Paper Chains and Black Holes doesn’t tell a story but simply exists as a platform for Clarke to ask questions, understand his past and prepare for his future. He talks of his past mistakes, current predicaments and hopes and fears for the future. There is no coherent narrative here but rather an invitation to share in his unknowing. There is always excitement and narrative dangers in diving into the ‘unknown’ with an audience, and Clarke hits both the excitement and the afore mentioned dangers, with a balance between the two that’s slightly off.
As a performer Clarke is very approachable, a necessary quality for any one-person showcase…especially one so deeply personal. When the show starts he talks at a great speed; a fault that means certain words are lost, but there is an enthusiasm and character with which he spouts his words that means our interest is rarely lost. Our first encounter with him consists of ramblings about frying pans, poached eggs and the universes energy, the thematic and narrative purpose of these ramblings is unclear to me and Clarke throws it off as simple ‘banter’. ‘Banter’ is flawed in any scripted scenario and this banter feels elongated and tedious. It does succeed, however, in allowing us to feel comfortable and close to Clarke; he quickly becomes a friend to everyone in the audience. This early sparked friendship with all of us lends itself to the entirety of the show to come; a show where we are forced to ask Clarke's self-evaluating questions of ourselves.
The most part of the show consists of Clarke discussing love in relation to how he sees himself. It would seem, although he talks of having MANY versions of himself, the version he is most concerned with is the part of him that feels and gives love. He talks of past love, failed love, Tinder adventures and Doctor Who as a romance reference point. His stories of experiencing various forms of love are funny, relatable and charming but lack a theatricality that earns them the right to be told on stage. He tells us his stories rather than shows them to us; this could be forgiven if it did not last the entire show.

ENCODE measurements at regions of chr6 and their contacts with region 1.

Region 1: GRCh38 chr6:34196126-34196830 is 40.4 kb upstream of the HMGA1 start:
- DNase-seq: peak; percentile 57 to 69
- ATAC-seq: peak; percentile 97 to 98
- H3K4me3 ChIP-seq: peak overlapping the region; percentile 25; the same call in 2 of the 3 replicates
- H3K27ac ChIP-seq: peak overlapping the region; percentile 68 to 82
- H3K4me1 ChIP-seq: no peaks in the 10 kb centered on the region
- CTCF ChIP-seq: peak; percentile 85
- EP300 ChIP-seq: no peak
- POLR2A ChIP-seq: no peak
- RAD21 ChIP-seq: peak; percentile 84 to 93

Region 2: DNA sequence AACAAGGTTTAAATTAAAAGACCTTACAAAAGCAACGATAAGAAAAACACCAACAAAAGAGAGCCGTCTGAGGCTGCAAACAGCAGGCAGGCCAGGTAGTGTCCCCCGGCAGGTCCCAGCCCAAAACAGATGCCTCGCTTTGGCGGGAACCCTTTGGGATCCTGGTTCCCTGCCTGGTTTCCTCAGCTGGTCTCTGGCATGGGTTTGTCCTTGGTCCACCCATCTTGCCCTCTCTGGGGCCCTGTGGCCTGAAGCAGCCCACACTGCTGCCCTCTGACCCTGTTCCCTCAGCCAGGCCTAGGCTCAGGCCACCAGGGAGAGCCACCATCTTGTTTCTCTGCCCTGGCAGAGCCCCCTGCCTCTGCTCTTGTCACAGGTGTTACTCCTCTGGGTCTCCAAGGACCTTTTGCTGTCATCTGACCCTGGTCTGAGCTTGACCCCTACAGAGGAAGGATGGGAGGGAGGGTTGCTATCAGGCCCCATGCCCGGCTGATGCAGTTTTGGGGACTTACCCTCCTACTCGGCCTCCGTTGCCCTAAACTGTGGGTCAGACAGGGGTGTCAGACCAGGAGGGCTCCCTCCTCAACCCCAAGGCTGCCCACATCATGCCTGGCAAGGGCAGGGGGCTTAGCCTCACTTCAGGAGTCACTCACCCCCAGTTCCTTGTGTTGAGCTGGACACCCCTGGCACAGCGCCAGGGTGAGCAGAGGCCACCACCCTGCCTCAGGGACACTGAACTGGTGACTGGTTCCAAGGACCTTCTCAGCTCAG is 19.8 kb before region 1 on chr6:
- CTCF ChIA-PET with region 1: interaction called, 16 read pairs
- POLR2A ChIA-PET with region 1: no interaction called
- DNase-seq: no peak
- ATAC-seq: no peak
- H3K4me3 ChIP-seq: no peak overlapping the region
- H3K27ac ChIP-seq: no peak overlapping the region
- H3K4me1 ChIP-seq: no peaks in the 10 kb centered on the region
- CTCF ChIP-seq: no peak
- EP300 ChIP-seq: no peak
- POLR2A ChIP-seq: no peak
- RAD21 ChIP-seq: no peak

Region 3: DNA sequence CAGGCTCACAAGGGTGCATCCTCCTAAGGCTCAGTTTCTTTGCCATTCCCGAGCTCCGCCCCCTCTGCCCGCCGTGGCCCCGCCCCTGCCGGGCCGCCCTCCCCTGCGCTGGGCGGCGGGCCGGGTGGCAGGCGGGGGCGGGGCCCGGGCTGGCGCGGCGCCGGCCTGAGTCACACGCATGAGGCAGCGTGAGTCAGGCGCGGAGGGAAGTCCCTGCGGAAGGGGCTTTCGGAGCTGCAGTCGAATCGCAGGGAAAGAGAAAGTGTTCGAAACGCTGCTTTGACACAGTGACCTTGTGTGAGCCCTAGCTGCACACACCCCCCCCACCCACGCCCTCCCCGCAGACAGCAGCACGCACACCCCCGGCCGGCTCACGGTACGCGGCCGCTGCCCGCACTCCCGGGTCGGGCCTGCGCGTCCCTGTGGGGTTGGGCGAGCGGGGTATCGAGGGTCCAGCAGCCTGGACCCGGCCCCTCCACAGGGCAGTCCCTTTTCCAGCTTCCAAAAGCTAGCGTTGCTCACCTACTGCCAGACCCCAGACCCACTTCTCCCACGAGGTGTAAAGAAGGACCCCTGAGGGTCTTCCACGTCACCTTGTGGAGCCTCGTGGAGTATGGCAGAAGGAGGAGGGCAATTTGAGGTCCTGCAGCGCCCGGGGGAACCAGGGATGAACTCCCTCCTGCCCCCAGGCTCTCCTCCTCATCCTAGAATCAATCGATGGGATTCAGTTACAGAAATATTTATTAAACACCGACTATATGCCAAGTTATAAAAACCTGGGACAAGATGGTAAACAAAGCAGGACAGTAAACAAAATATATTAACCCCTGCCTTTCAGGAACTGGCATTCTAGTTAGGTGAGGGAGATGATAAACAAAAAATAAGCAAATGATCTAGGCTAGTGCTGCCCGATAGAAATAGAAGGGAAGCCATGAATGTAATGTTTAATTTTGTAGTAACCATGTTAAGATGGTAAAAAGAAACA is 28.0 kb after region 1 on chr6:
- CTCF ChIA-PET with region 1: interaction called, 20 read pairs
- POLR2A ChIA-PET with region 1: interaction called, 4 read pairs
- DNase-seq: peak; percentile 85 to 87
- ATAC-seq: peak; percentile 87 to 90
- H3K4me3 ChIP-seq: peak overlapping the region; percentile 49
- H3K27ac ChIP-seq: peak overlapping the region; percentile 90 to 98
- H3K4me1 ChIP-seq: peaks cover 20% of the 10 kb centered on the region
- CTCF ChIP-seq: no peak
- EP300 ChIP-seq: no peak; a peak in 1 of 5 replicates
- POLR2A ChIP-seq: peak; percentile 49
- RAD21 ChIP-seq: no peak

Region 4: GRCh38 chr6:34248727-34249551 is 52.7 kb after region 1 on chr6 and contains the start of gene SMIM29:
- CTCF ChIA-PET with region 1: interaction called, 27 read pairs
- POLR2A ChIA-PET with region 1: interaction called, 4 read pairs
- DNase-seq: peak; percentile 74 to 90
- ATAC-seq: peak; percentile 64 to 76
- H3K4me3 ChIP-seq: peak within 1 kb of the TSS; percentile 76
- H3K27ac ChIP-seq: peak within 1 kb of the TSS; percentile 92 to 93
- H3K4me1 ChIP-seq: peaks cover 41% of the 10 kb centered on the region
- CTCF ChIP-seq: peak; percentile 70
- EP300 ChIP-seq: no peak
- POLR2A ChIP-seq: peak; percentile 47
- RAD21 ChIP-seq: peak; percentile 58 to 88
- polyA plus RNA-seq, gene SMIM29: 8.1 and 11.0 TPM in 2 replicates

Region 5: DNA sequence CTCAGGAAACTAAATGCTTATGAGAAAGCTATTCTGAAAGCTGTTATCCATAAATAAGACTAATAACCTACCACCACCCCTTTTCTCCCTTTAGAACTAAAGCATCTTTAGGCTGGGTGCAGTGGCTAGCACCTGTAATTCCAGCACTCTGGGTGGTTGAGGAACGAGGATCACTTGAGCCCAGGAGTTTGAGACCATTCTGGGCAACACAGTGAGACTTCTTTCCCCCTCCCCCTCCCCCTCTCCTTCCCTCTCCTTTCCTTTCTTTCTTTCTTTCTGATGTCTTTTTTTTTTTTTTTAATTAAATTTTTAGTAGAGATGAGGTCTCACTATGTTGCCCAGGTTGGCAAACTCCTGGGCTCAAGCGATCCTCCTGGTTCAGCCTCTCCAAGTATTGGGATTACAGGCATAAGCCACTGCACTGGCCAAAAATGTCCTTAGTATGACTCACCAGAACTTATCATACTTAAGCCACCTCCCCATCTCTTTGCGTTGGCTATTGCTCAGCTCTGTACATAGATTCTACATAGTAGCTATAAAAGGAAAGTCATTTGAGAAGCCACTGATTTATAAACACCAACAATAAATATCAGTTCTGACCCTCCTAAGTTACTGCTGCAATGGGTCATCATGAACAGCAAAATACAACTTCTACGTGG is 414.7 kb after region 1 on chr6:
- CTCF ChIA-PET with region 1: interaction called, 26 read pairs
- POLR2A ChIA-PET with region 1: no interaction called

That being said, halfway through the piece Clarke moves from playing himself as a self-deprecate to playing himself as a lonely, reflective fisherman sitting at seaside. He mixes new age and poetic existentialism brilliantly, swapping from Tinder to death without second guessing himself. As the fisherman he sits upstage over a pond of fish (a circle of blue tarpaulin with paper chains scattered) and talks of death and dreaming and “looking to the horizon”. His poeticism verges on pretension but is saved when it becomes interactive. Clarke speaks of the impossibility of accepting the ‘horizon’ until all past mistakes are absolved and he asks of the audience to tell him the things we regret, what we are sorry for. A moment of theatrical beauty follows that I am humbled to say I experienced. In, inevitable, fifteen second breaks of silence various members of the audience gave Clarke their regrets, he wrote them down on a paper chain and threw them to the oceans surge, a feeling of comfort amongst the audience knowing our apologizes were safe with Andrew and his fish pond, just as his are safe with us. He gives himself and us the horizon in that moment.
The set is especially simple, a blue tarpaulin, paper chains on an overhead wire and a chair for Clarke to sit himself on. One-handers, almost always, leave sets as simplistic as possible in order to keep the focus on the singular performer and their words. This works here just as it does with any other one-hander, we have nothing to take away from Clarke and his utterances.
The energy of the performance flows well and consistently, reliant on Clarke as a performer as well as a writer, the language being colloquial and self-depreciative and altogether charming. He makes us both comfortable and intrigued as he asks and pulls apart some of life’s age-old questions and forces us to do the same. Although it takes a while for the heart and poetic finesse of Clarkes’ Paper Chains and Black Holes to truly fly, when it does, it is an immersive, honest, theatrical creation to behold. It is a true disappointment that, at the end of the show, Clarke reveals his moving on from our city. I would love to see what he comes up with next.